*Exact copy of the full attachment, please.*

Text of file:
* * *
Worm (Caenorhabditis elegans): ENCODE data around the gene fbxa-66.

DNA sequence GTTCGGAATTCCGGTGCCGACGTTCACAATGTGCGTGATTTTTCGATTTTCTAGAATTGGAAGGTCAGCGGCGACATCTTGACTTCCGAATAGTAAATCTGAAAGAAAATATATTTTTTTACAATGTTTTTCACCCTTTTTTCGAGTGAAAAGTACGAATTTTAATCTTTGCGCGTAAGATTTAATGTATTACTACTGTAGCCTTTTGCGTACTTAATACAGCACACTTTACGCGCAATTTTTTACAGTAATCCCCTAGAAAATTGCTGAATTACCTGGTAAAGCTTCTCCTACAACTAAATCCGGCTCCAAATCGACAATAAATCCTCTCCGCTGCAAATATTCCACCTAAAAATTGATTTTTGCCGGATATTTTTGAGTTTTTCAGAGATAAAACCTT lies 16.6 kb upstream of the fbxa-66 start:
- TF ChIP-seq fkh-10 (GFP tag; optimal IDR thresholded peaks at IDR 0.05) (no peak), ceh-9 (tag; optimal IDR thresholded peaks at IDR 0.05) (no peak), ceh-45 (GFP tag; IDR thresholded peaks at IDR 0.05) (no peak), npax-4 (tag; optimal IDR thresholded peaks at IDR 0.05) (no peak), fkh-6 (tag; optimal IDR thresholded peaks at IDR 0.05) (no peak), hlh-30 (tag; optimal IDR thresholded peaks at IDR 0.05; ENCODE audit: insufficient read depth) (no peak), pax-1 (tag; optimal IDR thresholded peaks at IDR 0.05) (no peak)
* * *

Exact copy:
Worm (Caenorhabditis elegans): ENCODE data around the gene fbxa-66.

DNA sequence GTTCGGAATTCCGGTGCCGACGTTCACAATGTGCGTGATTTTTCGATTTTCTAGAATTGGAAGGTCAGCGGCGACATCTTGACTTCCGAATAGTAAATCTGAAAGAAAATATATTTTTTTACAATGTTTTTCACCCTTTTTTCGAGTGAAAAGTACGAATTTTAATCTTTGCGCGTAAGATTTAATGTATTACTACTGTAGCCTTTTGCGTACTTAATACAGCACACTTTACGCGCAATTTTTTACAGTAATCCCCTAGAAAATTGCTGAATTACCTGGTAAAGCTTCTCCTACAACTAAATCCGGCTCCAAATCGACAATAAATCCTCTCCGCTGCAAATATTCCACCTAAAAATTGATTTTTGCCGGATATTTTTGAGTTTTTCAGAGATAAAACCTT lies 16.6 kb upstream of the fbxa-66 start:
- TF ChIP-seq fkh-10 (GFP tag; optimal IDR thresholded peaks at IDR 0.05) (no peak), ceh-9 (tag; optimal IDR thresholded peaks at IDR 0.05) (no peak), ceh-45 (GFP tag; IDR thresholded peaks at IDR 0.05) (no peak), npax-4 (tag; optimal IDR thresholded peaks at IDR 0.05) (no peak), fkh-6 (tag; optimal IDR thresholded peaks at IDR 0.05) (no peak), hlh-30 (tag; optimal IDR thresholded peaks at IDR 0.05; ENCODE audit: insufficient read depth) (no peak), pax-1 (tag; optimal IDR thresholded peaks at IDR 0.05) (no peak)